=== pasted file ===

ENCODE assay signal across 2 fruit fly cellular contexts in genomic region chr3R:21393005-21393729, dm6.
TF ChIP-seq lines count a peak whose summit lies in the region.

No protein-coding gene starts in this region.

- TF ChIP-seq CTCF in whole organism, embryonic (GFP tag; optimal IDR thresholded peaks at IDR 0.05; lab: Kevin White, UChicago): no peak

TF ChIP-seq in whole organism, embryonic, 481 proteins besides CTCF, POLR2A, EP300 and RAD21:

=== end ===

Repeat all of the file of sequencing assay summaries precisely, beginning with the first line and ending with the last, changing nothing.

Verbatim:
ENCODE assay signal across 2 fruit fly cellular contexts in genomic region chr3R:21393005-21393729, dm6.
TF ChIP-seq lines count a peak whose summit lies in the region.

No protein-coding gene starts in this region.

- TF ChIP-seq CTCF in whole organism, embryonic (GFP tag; optimal IDR thresholded peaks at IDR 0.05; lab: Kevin White, UChicago): no peak

TF ChIP-seq in whole organism, embryonic, 481 proteins besides CTCF, POLR2A, EP300 and RAD21: